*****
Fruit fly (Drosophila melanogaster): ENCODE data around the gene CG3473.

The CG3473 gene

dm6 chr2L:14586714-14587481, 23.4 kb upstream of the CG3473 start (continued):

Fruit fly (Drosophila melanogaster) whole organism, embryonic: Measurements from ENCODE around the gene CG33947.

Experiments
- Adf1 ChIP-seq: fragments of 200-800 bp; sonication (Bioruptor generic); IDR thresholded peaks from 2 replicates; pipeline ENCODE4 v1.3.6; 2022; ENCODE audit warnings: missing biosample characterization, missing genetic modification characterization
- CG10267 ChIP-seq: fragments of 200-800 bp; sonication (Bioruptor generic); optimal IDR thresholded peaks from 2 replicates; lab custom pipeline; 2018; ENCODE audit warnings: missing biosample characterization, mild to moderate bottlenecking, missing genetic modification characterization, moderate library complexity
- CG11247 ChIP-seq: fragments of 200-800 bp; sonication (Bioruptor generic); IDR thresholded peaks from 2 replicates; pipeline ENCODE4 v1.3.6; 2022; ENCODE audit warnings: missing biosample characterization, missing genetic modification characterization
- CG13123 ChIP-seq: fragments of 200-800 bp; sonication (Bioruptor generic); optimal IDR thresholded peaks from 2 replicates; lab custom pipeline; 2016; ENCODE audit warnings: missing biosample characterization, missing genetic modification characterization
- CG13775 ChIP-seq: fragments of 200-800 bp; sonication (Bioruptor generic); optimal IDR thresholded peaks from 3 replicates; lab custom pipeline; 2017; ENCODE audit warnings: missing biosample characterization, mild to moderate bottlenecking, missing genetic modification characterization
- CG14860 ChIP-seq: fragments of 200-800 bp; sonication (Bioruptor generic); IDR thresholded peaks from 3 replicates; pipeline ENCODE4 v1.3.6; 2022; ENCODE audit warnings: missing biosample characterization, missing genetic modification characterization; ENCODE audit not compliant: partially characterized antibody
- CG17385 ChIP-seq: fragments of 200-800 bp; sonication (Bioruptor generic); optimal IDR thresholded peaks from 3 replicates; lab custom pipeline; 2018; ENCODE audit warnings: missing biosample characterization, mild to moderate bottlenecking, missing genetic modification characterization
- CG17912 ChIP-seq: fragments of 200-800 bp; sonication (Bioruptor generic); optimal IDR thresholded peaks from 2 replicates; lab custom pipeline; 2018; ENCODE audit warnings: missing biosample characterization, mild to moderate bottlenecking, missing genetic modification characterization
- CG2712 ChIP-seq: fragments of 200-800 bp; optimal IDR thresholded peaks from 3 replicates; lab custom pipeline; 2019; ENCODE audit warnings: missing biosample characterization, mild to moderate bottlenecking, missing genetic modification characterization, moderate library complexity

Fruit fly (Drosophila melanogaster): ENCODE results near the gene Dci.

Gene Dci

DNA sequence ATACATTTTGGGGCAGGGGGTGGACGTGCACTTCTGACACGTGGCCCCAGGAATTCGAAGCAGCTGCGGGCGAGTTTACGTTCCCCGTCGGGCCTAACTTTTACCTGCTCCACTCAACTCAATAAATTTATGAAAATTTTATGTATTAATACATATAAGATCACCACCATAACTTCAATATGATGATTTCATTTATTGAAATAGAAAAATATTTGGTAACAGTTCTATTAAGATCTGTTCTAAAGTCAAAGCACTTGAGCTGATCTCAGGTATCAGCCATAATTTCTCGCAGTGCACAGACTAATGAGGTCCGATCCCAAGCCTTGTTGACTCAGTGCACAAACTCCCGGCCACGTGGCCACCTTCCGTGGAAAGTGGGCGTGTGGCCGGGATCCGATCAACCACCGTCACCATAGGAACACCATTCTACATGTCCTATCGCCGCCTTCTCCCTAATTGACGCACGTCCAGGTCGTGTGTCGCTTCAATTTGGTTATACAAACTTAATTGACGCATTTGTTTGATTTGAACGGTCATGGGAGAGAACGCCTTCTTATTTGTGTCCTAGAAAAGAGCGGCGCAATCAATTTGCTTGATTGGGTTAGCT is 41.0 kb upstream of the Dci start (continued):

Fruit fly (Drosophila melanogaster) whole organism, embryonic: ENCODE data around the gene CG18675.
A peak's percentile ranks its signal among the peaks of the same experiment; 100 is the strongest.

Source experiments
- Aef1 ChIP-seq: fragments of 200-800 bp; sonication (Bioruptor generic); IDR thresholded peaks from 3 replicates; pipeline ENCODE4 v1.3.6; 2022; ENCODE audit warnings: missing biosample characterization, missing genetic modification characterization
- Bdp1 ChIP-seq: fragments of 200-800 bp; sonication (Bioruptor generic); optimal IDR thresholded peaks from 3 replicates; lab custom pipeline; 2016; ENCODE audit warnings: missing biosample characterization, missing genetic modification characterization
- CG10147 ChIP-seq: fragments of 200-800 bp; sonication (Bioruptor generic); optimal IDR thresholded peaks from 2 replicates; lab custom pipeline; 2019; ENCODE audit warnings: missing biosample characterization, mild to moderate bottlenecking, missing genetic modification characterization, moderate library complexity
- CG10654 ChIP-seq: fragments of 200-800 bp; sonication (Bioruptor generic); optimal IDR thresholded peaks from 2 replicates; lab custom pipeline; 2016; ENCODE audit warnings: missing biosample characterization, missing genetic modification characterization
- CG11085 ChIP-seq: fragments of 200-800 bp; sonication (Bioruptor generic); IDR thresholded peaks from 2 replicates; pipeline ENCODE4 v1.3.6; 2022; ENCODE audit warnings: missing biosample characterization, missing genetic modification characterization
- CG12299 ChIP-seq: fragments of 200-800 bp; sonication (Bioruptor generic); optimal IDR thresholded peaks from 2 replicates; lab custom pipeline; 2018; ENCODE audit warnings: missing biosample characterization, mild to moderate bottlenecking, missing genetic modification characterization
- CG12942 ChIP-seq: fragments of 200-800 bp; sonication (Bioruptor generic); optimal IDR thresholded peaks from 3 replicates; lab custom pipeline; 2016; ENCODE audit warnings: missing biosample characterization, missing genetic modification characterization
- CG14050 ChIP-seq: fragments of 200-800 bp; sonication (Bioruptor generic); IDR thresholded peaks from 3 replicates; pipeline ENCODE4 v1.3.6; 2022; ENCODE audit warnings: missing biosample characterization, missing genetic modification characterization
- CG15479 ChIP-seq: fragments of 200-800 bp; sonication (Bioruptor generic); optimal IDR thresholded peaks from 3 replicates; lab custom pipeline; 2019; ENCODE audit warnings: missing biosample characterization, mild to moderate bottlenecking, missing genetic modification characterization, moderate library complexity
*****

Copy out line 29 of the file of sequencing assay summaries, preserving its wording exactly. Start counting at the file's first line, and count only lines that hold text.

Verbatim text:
- CG15479 ChIP-seq: fragments of 200-800 bp; sonication (Bioruptor generic); optimal IDR thresholded peaks from 3 replicates; lab custom pipeline; 2019; ENCODE audit warnings: missing biosample characterization, mild to moderate bottlenecking, missing genetic modification characterization, moderate library complexity